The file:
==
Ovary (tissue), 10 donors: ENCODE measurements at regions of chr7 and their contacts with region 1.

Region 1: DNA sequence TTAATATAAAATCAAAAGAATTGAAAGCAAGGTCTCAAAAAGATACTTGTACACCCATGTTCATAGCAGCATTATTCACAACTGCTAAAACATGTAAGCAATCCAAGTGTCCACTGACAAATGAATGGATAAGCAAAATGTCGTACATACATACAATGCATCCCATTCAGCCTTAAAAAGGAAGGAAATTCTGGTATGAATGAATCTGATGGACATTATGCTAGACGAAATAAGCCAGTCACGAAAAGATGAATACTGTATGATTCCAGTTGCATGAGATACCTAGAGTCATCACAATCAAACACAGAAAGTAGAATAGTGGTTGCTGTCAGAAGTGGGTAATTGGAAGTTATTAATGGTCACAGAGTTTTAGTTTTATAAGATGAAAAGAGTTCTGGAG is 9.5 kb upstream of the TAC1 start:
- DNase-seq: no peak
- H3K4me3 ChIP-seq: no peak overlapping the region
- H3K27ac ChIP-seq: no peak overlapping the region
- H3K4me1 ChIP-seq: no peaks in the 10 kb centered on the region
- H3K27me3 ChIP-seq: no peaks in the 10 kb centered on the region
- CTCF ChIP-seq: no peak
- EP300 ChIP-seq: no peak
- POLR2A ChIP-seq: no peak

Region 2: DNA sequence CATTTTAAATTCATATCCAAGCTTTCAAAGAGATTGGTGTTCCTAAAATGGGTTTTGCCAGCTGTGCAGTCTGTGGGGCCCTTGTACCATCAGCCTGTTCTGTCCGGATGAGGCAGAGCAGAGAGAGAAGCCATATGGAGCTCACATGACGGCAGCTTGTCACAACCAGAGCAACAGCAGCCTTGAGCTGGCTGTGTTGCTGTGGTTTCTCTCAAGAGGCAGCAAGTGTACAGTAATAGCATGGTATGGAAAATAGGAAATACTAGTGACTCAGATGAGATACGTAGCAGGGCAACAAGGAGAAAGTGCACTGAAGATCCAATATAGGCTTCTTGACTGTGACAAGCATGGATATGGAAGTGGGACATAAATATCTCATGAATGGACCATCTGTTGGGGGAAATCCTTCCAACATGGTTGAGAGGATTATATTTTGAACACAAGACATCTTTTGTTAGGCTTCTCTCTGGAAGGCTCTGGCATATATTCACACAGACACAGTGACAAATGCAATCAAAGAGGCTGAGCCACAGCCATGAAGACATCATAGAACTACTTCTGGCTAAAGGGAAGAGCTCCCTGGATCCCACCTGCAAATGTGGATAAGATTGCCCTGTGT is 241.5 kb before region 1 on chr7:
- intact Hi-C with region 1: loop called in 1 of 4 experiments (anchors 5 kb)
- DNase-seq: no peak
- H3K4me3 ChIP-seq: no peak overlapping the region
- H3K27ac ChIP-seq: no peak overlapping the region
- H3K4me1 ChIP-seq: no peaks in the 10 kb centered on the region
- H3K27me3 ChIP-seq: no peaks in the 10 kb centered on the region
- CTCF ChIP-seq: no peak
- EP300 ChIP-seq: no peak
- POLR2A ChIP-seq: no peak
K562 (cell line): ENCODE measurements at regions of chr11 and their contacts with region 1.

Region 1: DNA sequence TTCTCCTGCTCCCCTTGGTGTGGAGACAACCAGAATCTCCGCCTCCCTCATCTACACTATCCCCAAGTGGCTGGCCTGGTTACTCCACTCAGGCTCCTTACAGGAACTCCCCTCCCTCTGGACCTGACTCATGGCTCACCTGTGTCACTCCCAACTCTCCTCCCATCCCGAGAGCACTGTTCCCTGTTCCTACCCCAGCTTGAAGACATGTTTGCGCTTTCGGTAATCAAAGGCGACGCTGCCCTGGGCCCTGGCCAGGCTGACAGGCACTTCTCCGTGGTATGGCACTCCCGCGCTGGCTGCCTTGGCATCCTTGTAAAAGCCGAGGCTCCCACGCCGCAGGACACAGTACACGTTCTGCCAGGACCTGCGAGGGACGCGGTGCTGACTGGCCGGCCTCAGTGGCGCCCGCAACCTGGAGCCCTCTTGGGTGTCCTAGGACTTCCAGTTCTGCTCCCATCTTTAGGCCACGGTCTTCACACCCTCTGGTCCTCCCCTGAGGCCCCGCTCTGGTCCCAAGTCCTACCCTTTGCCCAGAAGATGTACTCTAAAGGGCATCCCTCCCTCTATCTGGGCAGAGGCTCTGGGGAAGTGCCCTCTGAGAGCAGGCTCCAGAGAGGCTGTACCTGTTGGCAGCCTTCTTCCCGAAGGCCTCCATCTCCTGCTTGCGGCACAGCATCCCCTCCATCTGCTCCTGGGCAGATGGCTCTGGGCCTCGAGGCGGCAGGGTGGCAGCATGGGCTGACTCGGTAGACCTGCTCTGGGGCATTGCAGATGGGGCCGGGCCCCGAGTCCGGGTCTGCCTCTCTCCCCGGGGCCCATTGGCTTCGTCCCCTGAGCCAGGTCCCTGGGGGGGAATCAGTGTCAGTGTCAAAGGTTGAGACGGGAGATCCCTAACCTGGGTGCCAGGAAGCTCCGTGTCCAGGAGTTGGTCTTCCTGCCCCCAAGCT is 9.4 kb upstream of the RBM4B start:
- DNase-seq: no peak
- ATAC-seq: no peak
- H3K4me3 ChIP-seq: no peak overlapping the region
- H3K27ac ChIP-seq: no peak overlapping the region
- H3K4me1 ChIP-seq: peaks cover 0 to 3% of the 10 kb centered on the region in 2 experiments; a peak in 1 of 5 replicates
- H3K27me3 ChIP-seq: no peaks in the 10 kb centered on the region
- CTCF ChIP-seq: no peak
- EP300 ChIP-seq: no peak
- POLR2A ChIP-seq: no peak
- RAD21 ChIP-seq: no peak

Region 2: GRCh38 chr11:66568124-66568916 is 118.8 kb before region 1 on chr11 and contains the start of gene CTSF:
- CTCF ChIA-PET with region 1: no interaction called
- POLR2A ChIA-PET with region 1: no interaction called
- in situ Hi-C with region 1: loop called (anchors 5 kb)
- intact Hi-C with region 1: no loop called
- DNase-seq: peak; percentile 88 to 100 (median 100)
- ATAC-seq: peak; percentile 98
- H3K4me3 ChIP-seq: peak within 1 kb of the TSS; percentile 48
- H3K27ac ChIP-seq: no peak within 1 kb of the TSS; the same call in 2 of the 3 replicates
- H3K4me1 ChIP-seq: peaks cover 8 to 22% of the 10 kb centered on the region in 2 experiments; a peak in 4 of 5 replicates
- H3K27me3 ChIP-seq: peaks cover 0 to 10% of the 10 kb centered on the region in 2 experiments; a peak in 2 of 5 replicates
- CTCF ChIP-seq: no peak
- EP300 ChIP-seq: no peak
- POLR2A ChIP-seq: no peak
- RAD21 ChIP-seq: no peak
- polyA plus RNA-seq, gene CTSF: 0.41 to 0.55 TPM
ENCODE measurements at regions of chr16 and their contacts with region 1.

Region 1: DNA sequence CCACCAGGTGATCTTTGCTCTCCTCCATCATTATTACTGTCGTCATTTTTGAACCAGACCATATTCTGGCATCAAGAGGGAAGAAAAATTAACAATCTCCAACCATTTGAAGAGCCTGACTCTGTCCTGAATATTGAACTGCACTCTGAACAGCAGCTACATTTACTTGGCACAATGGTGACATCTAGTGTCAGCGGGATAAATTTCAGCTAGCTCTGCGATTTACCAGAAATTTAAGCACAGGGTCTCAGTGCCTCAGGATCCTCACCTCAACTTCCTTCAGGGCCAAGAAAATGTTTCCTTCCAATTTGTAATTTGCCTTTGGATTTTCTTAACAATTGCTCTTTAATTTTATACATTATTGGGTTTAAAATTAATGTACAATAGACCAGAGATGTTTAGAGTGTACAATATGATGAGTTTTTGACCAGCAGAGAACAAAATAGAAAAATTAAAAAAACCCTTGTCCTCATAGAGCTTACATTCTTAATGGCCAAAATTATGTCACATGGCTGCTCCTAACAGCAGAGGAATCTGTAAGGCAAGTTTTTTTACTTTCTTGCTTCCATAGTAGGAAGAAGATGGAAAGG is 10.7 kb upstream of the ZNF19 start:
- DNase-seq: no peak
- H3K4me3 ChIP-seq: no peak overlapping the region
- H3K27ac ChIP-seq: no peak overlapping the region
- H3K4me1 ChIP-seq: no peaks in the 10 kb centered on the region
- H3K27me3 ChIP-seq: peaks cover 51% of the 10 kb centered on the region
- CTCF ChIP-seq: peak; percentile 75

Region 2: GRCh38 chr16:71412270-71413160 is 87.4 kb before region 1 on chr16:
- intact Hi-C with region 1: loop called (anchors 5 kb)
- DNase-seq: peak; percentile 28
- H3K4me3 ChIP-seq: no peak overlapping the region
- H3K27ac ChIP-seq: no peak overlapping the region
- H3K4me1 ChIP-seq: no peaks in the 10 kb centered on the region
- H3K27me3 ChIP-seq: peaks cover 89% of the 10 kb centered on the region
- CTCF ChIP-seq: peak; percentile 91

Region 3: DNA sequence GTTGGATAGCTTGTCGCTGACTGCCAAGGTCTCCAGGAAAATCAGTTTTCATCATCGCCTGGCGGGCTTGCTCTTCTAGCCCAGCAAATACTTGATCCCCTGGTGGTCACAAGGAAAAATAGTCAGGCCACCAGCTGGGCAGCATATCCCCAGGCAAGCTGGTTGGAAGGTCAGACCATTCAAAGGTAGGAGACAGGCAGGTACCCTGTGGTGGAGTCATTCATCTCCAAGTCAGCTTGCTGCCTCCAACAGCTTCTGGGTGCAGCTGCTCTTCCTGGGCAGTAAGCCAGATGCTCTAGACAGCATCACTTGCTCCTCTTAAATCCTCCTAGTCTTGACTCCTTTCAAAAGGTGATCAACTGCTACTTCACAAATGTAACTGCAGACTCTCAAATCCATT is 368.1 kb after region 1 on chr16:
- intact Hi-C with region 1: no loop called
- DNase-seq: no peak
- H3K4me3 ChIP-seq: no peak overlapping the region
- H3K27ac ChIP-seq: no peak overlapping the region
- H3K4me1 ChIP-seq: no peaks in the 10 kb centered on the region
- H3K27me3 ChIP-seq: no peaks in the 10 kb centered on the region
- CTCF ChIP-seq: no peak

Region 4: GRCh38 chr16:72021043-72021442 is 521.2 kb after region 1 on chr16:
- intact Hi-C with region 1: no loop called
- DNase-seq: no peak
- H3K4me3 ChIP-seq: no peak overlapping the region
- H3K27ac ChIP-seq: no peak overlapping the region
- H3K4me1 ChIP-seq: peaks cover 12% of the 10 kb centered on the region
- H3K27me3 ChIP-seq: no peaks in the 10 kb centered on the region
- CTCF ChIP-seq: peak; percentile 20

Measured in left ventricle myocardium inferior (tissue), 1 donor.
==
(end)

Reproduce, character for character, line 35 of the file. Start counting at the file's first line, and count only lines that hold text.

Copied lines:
- POLR2A ChIA-PET with region 1: no interaction called